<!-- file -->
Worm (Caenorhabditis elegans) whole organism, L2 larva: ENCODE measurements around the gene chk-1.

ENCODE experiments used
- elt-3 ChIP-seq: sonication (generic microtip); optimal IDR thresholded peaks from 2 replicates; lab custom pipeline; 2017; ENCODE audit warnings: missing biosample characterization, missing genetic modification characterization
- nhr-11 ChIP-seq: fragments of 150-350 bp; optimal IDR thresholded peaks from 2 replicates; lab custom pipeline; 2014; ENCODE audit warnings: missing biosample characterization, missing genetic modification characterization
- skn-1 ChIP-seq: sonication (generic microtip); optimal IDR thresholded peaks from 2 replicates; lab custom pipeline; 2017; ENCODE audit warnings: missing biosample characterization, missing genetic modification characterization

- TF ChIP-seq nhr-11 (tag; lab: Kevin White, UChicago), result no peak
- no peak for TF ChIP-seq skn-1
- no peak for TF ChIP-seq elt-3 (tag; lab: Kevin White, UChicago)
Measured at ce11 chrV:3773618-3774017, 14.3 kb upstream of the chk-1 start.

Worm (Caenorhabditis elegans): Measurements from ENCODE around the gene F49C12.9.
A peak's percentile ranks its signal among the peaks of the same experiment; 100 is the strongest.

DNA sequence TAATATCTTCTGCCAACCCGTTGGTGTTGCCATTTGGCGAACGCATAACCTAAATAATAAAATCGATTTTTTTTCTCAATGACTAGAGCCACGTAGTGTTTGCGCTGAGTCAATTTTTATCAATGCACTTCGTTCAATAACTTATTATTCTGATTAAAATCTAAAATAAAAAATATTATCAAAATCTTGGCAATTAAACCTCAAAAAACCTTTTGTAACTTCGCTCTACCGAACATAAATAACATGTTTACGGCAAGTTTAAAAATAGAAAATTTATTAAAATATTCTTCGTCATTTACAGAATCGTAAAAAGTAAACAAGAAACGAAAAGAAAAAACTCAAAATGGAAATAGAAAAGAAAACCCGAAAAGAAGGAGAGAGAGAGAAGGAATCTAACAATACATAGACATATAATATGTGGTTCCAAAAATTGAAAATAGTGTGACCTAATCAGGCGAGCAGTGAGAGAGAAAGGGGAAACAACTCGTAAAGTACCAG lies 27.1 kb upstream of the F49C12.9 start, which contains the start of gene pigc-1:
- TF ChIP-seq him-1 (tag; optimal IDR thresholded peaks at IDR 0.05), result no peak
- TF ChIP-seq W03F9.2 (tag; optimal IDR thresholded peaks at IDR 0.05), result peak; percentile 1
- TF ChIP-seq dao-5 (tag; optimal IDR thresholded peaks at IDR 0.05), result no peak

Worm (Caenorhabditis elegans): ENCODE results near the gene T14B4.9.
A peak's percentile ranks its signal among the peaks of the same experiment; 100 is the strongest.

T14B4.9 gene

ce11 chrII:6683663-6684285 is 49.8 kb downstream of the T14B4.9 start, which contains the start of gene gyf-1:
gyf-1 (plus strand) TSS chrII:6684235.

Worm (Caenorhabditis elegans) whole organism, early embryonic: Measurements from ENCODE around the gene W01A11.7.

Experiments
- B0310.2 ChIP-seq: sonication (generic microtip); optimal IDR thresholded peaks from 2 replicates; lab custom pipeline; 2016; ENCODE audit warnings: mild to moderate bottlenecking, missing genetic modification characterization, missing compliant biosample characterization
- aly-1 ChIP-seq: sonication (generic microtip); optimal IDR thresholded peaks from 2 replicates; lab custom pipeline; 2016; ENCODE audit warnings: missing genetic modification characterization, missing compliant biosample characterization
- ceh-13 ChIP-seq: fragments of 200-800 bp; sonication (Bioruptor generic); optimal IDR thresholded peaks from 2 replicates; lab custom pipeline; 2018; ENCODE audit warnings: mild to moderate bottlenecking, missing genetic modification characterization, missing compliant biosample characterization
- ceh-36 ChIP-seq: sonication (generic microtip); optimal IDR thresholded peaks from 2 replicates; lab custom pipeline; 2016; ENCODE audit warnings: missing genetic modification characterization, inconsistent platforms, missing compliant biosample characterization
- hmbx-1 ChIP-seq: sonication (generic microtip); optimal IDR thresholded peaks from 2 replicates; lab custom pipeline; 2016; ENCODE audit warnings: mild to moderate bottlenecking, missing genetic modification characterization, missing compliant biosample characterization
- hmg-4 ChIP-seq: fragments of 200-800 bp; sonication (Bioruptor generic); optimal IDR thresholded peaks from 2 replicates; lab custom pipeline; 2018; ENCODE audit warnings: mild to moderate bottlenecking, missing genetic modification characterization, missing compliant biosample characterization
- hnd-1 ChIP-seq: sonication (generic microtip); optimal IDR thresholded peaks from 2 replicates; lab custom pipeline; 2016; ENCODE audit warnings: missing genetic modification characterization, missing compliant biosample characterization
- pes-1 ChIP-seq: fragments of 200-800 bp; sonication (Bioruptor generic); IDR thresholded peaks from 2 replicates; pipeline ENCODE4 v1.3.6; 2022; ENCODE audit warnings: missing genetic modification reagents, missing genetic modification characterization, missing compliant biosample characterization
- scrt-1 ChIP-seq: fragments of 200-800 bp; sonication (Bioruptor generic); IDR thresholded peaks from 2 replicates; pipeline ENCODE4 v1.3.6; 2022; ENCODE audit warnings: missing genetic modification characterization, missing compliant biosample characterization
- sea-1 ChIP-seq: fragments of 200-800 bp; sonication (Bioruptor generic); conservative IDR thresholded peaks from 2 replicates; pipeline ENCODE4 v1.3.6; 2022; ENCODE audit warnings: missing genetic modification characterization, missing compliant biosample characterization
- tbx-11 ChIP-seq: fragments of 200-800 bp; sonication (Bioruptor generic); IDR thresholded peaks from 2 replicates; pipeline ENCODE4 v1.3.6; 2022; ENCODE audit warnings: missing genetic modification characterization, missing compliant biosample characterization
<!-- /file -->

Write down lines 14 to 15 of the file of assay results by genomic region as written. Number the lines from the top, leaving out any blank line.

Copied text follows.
- TF ChIP-seq W03F9.2 (tag; optimal IDR thresholded peaks at IDR 0.05), result peak; percentile 1
- TF ChIP-seq dao-5 (tag; optimal IDR thresholded peaks at IDR 0.05), result no peak